Sears Canada partners with Penningtons

The retailer will sell the Reitmans-owned brand's clothing and revamp department stores to launch dedicated plus-sized sections.
Calvin McDonald-4

Yesterday Sears Canada announced the details of a new partnership with Reitmans to bring Penningtons’ plus-sized women’s clothing to the department store.

Penningtons fashion will be available in five pilot stores starting in September, as well as through Sears.ca, before rolling out in additional stores and in the Sears Catalogue in spring 2014. The five pilot stores will be revamped, with 4,000 sq. ft of retail space dedicated to plus-sized apparel, much like Sears has sections dedicated to suits and the kitchen.

Calvin McDonald, president and CEO, Sears Canada, tells MiC that Penningtons apparel will make up between 70% and 80% of the new plus-sized section, while the rest will consist of brands that Sears already carries.

He says that Sears is currently developing branding for the section, and will also import fixtures from Penningtons stores, including signage and images, to help promote the arrival of the Penningtons brand.

Outside of the retail space, Sears will promote the new pilot stores with media buys that are specifically tailored for the markets they’re in. Sears will also leverage its flyer and its seasonal Look Report to promote the Penningtons brand.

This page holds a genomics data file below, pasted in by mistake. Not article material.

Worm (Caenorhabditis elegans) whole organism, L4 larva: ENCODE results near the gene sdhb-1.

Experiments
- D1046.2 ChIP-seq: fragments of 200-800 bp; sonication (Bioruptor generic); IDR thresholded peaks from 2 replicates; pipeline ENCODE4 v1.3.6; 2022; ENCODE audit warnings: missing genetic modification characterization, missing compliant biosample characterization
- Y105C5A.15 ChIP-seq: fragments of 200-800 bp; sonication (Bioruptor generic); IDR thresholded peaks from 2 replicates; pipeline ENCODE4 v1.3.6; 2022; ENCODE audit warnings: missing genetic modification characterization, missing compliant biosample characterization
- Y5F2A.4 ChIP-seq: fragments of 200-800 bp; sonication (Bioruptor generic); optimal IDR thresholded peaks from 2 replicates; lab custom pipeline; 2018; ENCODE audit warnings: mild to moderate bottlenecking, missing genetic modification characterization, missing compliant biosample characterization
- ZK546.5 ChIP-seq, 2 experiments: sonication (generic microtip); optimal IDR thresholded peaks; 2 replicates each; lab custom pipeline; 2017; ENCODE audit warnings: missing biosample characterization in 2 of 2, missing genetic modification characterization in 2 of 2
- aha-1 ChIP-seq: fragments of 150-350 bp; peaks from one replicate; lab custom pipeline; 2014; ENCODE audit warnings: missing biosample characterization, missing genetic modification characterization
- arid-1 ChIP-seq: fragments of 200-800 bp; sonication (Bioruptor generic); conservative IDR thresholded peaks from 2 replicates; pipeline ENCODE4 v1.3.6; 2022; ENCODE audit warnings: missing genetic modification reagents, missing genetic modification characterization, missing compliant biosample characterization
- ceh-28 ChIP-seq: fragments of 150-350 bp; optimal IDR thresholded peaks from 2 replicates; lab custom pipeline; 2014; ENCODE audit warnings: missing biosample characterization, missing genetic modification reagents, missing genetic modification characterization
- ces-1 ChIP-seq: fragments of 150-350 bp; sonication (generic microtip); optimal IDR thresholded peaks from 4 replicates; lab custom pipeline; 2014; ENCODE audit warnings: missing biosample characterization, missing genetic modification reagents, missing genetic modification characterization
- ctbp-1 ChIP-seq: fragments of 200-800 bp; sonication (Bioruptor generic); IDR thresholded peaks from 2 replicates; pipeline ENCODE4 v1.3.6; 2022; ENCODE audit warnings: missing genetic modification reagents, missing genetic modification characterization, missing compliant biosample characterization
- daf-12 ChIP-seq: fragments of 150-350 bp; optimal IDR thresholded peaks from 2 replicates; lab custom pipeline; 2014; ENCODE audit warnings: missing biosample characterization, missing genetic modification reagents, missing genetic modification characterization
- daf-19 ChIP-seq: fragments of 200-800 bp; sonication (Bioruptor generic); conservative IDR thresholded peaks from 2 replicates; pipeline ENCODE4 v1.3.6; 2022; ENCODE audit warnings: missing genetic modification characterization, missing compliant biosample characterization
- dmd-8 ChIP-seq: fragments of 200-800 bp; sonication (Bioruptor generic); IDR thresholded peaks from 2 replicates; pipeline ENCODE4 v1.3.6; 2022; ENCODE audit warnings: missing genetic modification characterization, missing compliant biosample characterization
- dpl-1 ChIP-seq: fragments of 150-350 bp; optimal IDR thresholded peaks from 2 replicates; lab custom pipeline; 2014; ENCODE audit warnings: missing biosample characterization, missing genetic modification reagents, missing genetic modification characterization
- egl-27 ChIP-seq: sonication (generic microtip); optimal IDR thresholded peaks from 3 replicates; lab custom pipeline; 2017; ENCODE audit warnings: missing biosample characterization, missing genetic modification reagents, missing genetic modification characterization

McDonald says the move was a good fit for Sears because it will allow the retailer to expand its reach with plus-sized women aged 30 to 45, who he says tend to be underrepresented in a the fashion category, which primarily targets the 18 to 34 demo. He adds it will allow Sears to grow its plus-sized apparel business without cannibalizing Penningtons’ sales in its own independent stores, which are often located outside of malls.

McDonald compares the Reitmans partnership to recent agreements Sears has signed with shoe company Aldo, and with Buffalo for its Nevada apparel brand, and points to these partnerships as part of Sears’ overall strategy to create value through trading and revitalize Sears’ business.

“When we look at the balance of sale within our stores, we know we have too many categories that are highly seasonal and not productive all year. They’re declining in the industry and aren’t attractive categories to be in, or are highly dependent on weather or the economy,” he says. “Too much of our sales are attributed to those, so it’s difficult to maintain sustainable growth in our business.”